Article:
Black Immigrant Daily News
By: Andrew Carmichael
A rice farmer is seeking the intervention of authorities who are willing to help him save at least half of his rice crop, after all efforts have failed to stop cattle from feasting thereon.
Deonarine Sooklall, of DeHoop Branch Road, Mahaica, Region Five (Mahaica-Berbice), who cultivates 600 acres of rice on the left bank of the Abary River, told this publication that some 250 acres have already been destroyed by cattle.
He has said that, for the past two months, cattle have been invading his rice fields on a daily basis. According to him, there are about 160 head of cattle that he finds in his fields every morning, eating his rice plants. He said he has employed several persons to chase them out and ensure the animals stay out in the day, but at night they return.
His workmen, he said, have declared this invasion of cattle in his rice fields as a seemingly deliberate act.
Sooklall said he sowed his fields with paddy on November 15, 2022, and started his crop.
“This continues, cows all the time. When it meet December 8, I contacted the Minister. The Minister tell me to get the brand number and he would look at it.”
The farmer said he was further instructed to visit the MMA office and speak with an official there. According to the farmer, when he went to the MMA office, he was told that the cattle owner had already been contacted, and he was advised to get someone to assess the damage done by the animals.
Sooklall said he went to the Mahaicony Police Station and took the numbers of the ten different brands on some of the animals as he sought to find out who the owner or owners were, but the lack of police action frustrated him.
“They got me on today, tomorrow, all the time,” he said.
Sooklall said he erected a fence around his entire rice cultivation, but the animals seemingly ripped the fence at night and entered the fields.
“I am asking someone in authority to look into it and give me some assistance. Because right now I owe the bank millions. The Police can come and put a stop to it, but all they telling you is a private matter and I have to take the people to court. I can’t take the cows to a pound!” he said.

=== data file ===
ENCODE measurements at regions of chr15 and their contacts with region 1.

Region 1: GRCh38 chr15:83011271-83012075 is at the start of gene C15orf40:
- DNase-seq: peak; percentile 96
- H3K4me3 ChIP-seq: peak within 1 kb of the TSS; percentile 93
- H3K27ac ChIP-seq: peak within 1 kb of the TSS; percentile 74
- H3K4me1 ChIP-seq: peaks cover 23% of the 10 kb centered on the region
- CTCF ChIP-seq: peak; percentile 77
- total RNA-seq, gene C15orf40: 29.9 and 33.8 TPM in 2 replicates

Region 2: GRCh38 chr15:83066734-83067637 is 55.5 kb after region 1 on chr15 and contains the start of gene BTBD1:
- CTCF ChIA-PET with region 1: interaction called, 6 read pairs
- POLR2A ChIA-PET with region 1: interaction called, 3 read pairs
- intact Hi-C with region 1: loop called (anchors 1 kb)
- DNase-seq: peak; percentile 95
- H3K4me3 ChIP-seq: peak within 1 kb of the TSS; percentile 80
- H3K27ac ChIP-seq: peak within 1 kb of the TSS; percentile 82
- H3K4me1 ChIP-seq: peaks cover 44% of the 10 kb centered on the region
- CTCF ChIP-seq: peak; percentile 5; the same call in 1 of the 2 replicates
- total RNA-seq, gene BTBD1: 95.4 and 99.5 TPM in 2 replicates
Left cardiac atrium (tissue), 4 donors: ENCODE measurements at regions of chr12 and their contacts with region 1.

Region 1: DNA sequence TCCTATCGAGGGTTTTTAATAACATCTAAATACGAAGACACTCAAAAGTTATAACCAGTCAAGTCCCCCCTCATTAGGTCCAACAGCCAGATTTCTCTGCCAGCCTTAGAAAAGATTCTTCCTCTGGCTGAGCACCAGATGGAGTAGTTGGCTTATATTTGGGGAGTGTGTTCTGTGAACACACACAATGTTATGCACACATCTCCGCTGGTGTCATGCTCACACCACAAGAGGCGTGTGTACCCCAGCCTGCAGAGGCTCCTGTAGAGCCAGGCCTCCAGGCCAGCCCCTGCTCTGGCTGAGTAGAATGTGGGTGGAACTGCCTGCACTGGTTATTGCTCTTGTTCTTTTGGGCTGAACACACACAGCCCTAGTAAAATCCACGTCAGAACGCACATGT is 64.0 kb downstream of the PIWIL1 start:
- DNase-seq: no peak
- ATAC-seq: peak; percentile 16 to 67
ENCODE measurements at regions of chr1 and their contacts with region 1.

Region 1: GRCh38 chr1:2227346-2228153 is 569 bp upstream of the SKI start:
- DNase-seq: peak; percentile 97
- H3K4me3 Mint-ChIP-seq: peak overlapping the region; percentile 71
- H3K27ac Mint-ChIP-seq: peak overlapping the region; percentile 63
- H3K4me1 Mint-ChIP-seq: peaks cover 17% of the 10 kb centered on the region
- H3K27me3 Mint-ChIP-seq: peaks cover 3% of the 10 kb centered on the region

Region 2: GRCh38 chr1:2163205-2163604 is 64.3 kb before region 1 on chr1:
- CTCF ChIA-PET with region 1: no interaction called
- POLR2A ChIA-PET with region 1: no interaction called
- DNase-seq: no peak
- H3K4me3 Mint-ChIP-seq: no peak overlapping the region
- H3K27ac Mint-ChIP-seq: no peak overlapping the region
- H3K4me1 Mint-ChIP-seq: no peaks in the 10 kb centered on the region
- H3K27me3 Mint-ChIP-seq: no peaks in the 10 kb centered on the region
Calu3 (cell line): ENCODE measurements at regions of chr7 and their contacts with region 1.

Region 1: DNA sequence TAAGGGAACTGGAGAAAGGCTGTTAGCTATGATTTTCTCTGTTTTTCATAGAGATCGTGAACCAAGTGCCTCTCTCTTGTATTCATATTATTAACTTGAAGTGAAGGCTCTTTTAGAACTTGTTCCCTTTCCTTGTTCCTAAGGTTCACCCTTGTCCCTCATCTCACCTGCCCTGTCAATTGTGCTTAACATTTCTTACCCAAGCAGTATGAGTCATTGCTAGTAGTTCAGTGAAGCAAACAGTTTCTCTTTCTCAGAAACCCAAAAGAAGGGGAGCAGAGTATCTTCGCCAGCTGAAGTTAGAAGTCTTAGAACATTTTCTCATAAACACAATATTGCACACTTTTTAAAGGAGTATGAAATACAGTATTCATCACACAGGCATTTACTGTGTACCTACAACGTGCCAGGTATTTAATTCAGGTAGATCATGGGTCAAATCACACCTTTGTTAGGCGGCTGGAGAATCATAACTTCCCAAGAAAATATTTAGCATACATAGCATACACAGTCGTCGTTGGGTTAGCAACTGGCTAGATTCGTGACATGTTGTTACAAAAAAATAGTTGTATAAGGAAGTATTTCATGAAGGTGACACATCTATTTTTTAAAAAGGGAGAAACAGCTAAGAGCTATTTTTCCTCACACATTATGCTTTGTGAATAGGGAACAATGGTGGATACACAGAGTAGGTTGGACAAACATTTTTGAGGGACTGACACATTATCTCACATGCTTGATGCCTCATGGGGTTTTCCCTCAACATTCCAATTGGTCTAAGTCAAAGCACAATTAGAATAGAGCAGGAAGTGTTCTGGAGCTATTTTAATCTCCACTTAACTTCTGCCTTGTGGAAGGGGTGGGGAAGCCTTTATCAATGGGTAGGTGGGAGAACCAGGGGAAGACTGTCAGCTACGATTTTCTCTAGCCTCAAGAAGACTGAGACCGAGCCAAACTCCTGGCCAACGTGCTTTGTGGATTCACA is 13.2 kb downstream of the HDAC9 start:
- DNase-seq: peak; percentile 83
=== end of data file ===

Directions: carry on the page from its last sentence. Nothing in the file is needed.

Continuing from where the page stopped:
When this publication visited, there were at least 160 head of cattle in the rice field, and workers were seen chasing them. “These cows are very far away from a pound,” he said.
According to the rice farmer, some of his workers have been threatened. He said he reported the matter to the Police. “All the Police telling me is that it is a private matter, and we got to take these people to court.”
Sooklall said one of his workers made a report of the threats to the Mahaicony Police Station last Friday.
Raymond Ramdatt, 63, said two men, one whose name was given to this publication, went into the rice field and tried to stop him from chasing the cattle out.
“They threaten me. They threaten me, saying that if I drive out the cows, they gon kill me,” Ramdatt declared.
Recounting another incident, Ramdatt said it was raining, and he and another worker were sheltering under a tree after chasing the animals out of the field when he saw the same man opening the gate and chasing the cattle back into the rice field.
Sooklall estimates his losses to date to be in excess of $8M.
“This rice, as it is now, if the cow them keep off, we still can get something; but if the cows can’t keep off, we can’t get nothing. Some parts done,” Sooklall said.
He said he even suggested to the Police that they should arrest the persons who made the threats and those persons might be able to provide information regarding the ownership of the animals.
However, those suggestions have not been acted upon by the law enforcement officers, the farmer has claimed.